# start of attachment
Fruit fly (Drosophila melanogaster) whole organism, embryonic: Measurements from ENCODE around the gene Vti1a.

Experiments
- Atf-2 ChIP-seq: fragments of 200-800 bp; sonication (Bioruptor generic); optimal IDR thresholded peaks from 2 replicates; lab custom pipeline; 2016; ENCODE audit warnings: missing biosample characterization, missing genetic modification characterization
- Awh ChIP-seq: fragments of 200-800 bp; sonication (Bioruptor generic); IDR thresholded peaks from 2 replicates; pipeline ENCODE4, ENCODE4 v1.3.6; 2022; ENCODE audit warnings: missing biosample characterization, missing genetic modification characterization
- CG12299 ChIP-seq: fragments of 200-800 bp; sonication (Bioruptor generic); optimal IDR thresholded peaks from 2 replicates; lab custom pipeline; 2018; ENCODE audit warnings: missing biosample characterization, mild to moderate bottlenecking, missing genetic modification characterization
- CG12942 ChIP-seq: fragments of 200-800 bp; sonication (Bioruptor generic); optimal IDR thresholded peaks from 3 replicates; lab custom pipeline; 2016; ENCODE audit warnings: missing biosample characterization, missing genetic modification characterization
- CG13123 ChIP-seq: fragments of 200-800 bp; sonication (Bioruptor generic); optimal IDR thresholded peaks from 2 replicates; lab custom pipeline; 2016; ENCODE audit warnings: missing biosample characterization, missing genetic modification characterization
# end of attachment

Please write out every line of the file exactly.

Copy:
Fruit fly (Drosophila melanogaster) whole organism, embryonic: Measurements from ENCODE around the gene Vti1a.

Experiments
- Atf-2 ChIP-seq: fragments of 200-800 bp; sonication (Bioruptor generic); optimal IDR thresholded peaks from 2 replicates; lab custom pipeline; 2016; ENCODE audit warnings: missing biosample characterization, missing genetic modification characterization
- Awh ChIP-seq: fragments of 200-800 bp; sonication (Bioruptor generic); IDR thresholded peaks from 2 replicates; pipeline ENCODE4, ENCODE4 v1.3.6; 2022; ENCODE audit warnings: missing biosample characterization, missing genetic modification characterization
- CG12299 ChIP-seq: fragments of 200-800 bp; sonication (Bioruptor generic); optimal IDR thresholded peaks from 2 replicates; lab custom pipeline; 2018; ENCODE audit warnings: missing biosample characterization, mild to moderate bottlenecking, missing genetic modification characterization
- CG12942 ChIP-seq: fragments of 200-800 bp; sonication (Bioruptor generic); optimal IDR thresholded peaks from 3 replicates; lab custom pipeline; 2016; ENCODE audit warnings: missing biosample characterization, missing genetic modification characterization
- CG13123 ChIP-seq: fragments of 200-800 bp; sonication (Bioruptor generic); optimal IDR thresholded peaks from 2 replicates; lab custom pipeline; 2016; ENCODE audit warnings: missing biosample characterization, missing genetic modification characterization